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Wednesday, 13 August 2003
Page: 18464

Mr MELHAM (7:35 PM) —I rise today on behalf of one of my constituents to highlight an anomaly in the determination of assets for social security which faces people in my electorate. Mrs Jeffrey, my constituent, is a 95-year-old woman who has lived in Banks for the past 50 years. Mrs Jeffrey and her late husband settled in Padstow to build a home together while Mr Jeffrey worked on the railway. The family were battlers, Mr Jeffrey having once walked from Sydney to Bathurst just to get a job. They worked hard to raise their family and to pay off their home.

We have heard the Treasurer previously remark on the price of property in Sydney. Here we have a clear example of how, simply because of where they live, an elderly person can be disadvantaged. Mrs Jeffrey entered a nursing home in January 2001. At that time her only assets were less than $25,000 in the bank and her home. Mrs Jeffrey had a dependant disabled son who remained in the family home after she moved. Her son later had to go to a nursing home and has since passed away. At the time she entered the nursing home, Mrs Jeffrey was considered too disadvantaged to pay the accommodation charge. Centrelink has now advised Mrs Jeffrey that the family home will become an assessable asset in January, two years after her son left the home. If Mrs Jeffrey had been in a position to pay the accommodation charge, she would be able to keep her home, to which she is very attached, for a further three years. I note that the accommodation charge could have been as little as $400 per year. Mrs Jeffrey's family believe that selling the home will only distress her. The family take her there on regular visits and she believes that she will eventually return there.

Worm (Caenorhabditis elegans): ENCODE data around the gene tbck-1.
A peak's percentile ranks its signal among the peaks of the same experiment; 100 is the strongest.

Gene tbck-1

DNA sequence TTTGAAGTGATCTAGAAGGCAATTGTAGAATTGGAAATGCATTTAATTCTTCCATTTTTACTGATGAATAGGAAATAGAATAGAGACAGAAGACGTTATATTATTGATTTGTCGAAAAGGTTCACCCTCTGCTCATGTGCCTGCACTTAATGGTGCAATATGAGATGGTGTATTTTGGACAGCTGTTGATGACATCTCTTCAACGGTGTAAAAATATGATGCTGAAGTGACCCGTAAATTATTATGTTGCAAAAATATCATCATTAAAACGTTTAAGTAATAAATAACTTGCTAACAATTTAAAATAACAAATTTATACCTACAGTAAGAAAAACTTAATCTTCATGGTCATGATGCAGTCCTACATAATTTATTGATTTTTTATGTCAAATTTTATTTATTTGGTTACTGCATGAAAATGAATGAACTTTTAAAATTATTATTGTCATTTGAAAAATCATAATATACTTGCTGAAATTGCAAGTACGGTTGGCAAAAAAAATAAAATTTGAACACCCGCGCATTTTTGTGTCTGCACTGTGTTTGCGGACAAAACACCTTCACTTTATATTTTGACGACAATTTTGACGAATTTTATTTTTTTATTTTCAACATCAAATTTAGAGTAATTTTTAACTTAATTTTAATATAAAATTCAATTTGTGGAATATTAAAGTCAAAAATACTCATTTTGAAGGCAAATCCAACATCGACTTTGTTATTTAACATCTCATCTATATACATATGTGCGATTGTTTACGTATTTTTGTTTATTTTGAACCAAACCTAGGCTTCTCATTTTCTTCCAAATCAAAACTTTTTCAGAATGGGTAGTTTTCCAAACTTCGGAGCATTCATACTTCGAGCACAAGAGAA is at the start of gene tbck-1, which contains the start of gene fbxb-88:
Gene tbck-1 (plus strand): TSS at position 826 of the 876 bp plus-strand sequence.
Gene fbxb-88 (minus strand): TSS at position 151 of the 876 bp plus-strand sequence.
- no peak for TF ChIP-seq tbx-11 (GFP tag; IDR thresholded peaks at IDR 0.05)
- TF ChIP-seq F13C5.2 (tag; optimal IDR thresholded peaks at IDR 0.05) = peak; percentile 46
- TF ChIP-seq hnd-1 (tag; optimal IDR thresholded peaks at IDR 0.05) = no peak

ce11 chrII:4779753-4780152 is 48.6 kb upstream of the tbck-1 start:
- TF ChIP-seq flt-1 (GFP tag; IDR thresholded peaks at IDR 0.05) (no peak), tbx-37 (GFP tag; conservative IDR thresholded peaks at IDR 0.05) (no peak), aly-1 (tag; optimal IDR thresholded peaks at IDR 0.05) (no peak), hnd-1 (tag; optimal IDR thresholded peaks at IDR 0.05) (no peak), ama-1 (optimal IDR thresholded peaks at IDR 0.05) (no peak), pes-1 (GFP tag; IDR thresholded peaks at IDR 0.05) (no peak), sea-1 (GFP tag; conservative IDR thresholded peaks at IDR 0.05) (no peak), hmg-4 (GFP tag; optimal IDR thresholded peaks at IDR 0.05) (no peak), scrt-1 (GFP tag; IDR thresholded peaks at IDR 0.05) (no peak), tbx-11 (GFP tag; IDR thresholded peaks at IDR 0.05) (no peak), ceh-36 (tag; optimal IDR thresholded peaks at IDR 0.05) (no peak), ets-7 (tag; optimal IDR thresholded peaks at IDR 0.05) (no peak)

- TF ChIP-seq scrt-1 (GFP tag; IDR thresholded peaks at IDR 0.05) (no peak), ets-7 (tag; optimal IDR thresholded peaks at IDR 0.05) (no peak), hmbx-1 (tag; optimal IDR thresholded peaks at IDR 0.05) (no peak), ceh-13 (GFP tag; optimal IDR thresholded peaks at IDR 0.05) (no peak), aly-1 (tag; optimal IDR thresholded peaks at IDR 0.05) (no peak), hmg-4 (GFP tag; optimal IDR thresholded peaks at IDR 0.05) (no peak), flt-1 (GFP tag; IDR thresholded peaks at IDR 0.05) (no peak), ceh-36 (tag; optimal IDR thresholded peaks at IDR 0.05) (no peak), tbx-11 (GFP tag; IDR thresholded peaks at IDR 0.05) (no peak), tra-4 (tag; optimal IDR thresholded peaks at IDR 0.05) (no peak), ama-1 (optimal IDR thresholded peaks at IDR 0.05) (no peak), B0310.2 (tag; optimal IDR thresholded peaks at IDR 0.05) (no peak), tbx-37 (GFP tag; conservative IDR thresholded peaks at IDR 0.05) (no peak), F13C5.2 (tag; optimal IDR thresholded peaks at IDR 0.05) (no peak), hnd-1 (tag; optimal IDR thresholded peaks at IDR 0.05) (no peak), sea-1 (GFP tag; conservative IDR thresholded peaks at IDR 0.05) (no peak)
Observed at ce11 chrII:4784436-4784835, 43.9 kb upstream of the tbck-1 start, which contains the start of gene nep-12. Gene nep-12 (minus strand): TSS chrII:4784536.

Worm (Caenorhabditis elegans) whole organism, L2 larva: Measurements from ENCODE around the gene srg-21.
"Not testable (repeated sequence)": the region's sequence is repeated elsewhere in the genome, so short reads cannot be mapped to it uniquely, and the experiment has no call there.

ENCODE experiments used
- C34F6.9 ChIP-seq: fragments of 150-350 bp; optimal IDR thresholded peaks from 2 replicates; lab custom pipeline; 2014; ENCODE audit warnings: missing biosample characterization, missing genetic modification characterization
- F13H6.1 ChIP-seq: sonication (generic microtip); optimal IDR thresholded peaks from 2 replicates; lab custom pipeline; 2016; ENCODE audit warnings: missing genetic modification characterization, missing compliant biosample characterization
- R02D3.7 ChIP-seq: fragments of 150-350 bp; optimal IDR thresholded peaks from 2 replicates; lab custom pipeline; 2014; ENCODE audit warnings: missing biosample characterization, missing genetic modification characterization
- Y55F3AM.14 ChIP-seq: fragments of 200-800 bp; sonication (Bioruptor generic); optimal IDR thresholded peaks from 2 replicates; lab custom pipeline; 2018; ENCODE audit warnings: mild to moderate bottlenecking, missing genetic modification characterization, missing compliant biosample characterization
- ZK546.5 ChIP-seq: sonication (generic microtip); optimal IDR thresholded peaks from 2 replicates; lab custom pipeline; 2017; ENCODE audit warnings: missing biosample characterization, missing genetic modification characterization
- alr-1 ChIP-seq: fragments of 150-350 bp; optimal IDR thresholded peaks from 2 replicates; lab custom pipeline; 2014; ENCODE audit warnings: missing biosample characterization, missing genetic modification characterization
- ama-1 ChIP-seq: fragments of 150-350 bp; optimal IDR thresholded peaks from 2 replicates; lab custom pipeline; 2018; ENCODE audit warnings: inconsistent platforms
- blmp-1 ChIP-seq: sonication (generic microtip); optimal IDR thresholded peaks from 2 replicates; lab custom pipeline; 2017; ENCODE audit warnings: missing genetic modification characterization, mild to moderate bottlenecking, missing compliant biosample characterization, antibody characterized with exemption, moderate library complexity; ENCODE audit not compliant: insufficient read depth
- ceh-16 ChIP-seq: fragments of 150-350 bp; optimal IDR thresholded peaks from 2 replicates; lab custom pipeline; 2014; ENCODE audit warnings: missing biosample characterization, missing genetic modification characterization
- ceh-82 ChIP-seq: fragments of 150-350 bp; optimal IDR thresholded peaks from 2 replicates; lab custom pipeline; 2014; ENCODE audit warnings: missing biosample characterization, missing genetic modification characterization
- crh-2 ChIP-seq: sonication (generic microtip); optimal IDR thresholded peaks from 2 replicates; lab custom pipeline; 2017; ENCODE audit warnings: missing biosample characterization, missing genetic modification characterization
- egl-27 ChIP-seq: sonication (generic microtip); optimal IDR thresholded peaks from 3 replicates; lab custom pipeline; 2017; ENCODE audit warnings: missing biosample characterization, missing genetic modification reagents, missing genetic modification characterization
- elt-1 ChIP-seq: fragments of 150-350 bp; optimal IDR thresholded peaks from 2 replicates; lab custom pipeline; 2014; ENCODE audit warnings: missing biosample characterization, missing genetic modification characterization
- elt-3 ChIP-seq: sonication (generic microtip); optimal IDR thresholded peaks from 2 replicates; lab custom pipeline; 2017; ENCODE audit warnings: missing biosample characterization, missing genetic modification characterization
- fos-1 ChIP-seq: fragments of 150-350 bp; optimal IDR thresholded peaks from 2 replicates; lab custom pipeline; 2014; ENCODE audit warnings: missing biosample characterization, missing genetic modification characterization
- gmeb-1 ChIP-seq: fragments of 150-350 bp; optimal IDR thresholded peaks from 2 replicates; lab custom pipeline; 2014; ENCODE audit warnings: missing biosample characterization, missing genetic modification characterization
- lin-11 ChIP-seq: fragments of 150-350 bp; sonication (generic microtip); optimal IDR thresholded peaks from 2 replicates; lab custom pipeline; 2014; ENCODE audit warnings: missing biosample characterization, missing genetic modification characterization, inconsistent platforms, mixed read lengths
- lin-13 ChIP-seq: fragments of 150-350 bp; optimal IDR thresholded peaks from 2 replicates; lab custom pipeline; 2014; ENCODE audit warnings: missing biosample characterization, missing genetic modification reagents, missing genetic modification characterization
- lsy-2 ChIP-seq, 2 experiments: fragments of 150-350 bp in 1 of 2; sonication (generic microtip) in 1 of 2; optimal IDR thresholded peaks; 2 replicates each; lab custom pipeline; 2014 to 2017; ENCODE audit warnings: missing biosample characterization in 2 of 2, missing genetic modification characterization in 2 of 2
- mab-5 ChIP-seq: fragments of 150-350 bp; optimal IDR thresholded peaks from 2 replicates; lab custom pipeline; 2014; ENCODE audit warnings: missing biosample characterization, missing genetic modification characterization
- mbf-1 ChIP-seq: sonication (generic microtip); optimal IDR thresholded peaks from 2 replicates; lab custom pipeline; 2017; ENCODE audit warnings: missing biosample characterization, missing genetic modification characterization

It is a clear inequity that, had Mrs Jeffrey more money in the bank, she would have originally qualified for the five-year extension. Because Mrs Jeffrey only has one asset—the home she built—she will be forced to sell this and live off the proceeds. She will lose her pension as the assets test currently is $398,500 for a single pensioner. Mrs Jeffrey has been caught in an anomaly faced by many people in the electorate of Banks. Their only asset, the family home, has acquired value far in excess of that which Mr and Mrs Jeffrey could originally envisage. Mrs Jeffrey is now a victim of property prices. Like many other working people, her Sydney home is now worth on paper much more than the assets test allows. Therefore, the pension, and associated benefits, such as a concession card, are lost.

Despite this government's rhetoric, the concept of a fair go is rapidly fading. The government's National Strategy for an Ageing Australia claims to promote the principles of access and equity; affordability and sustainability; equality, choice and responsiveness. I cannot see the equity in a circumstance which requires an elderly woman who has battled all her life to sell the one asset she has, simply because of where she lives.